At the American Securitization Forum (ASF) Sunset Seminar on rating agency reform last Tuesday held at its headquarters, panelists urged ABS market professionals to bring their opinions on the issue before the Securities and Exchange Commission. It's a race against time before the SEC and Congress begin to enact rules on credit rating agency reform, at the Federal government's behest, that could significantly impact the ABS industry in general.

For years now, the same cast of characters have appeared before the SEC and Congress and articulated the same set of arguments in discussions about credit rating agency reform, said Charlie Brown, general counsel at Fitch Ratings.

"All of you are affected by all of these things," Brown told the audience. "Do you think Fitch is full of crap when it comes to notching? That is for you to say. It is hard to lobby Congress, but it is not hard to write a letter to the SEC."

And while panelists stressed that maintaining rating agency independence and enhancing competition in the industry were crucial in any reform effort, talk occasionally, and sharply, turned to the practice of notching.

Notching involves a rating agency assigning a lower rating on the underlying assets of a security if those assets previously carried a competing agency's rating. The practice sparked a storm of controversy in 2001, involving ratings on portfolios referenced to CDOs. Some market players opined that CDO deals with multiple agency ratings priced tighter and created demand for paper rated by other agencies. Fitch Ratings has consistently called the practice unfair and anticompetitive.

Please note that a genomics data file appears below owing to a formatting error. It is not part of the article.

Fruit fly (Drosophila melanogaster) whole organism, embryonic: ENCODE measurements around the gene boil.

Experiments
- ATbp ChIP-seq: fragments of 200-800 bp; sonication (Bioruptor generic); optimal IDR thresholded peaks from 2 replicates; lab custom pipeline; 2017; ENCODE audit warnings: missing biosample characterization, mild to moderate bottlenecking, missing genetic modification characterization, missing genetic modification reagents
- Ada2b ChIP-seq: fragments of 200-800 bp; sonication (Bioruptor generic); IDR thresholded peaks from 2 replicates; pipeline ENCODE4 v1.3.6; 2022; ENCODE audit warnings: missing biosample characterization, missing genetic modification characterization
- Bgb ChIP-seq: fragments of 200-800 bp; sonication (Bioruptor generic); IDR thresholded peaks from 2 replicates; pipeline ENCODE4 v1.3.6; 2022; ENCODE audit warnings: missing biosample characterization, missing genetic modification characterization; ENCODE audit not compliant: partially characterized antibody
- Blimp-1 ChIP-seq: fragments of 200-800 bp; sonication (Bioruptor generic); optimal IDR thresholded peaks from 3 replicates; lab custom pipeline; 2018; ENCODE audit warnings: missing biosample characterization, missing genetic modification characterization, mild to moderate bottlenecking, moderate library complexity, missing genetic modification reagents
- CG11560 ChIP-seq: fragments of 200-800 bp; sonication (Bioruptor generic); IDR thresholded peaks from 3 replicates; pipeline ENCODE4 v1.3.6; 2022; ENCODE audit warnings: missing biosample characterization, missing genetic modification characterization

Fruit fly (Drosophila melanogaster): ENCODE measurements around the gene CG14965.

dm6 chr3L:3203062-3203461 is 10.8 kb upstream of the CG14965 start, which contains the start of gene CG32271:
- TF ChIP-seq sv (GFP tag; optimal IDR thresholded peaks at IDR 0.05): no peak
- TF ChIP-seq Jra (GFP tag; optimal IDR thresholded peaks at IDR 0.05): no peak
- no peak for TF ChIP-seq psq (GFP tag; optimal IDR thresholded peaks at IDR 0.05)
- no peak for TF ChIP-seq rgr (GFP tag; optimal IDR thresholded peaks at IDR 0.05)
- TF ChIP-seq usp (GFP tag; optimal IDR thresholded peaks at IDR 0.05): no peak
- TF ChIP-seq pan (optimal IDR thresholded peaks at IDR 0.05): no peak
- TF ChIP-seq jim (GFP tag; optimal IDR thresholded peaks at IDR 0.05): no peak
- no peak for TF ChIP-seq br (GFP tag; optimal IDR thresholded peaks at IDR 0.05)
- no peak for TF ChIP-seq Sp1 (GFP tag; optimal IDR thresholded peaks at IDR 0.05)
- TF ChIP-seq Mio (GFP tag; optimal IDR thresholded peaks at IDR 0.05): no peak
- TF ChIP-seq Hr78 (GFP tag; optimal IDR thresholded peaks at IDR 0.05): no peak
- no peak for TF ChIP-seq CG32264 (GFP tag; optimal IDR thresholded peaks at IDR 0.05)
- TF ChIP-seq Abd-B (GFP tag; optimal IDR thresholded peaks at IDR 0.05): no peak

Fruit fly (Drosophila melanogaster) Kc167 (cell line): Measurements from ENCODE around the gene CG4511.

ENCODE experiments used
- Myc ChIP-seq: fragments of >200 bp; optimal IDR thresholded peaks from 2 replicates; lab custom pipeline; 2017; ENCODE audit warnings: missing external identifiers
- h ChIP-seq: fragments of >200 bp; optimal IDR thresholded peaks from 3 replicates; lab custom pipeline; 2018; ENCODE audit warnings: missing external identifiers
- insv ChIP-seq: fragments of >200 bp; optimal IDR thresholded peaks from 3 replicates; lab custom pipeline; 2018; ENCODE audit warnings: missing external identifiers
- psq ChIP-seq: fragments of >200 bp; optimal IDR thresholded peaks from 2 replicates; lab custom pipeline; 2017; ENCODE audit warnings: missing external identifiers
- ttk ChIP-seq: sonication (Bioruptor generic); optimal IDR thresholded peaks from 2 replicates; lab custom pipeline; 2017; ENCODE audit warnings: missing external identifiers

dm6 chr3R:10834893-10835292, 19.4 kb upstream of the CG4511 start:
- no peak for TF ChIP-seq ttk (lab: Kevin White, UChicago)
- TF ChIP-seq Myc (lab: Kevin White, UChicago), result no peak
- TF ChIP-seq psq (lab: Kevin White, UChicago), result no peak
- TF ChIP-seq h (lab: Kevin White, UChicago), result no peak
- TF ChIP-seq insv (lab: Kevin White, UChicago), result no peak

Congress and the SEC must now grapple with how to provide oversight and increase competition while preserving the integrity of the rating process, according to Brown.

"We do have within the marketplace two monopolies - Standard & Poor's and Moody's Investor's Service - that have a monopoly of power," said Brown. "As long as that duopoly exists, it will be tough to infuse the market with meaningful competition, no matter now many companies achieve the coveted national recognition from the SEC."

Fitch Ratings, said Brown, has advocated using straightforward and objective criteria for judging rating agencies. Fitch believes the best way to do this is to judge performance over time against a common benchmark for ratings. Agencies, under that plan, would publish their performance statistics against the benchmark for the ratings industry.

When it came to notching, others disagreed pointedly with Fitch. Notching by competing rating agencies is essentially no different than investors, issuers or government entities telling any single rating agency how they think debt should be assessed, said John Goggins, senior vice president and general counsel at Moody's.

"We hear that every day, and we think that what is in the best interest [of the industry] is if each rating agency keeps its own opinion," Goggins said.

Meanwhile, the ASF also outlined its policy recommendations at the gathering last week. It believes that any subsequent policy should preserve rating agency independence, enhance market competition among the agencies, promote greater transparency of their business methods and fees, and improve the criteria for obtaining designation as a nationally recognized credit rating agency.

(c) 2006 Asset Securitization Report and SourceMedia, Inc. All Rights Reserved.

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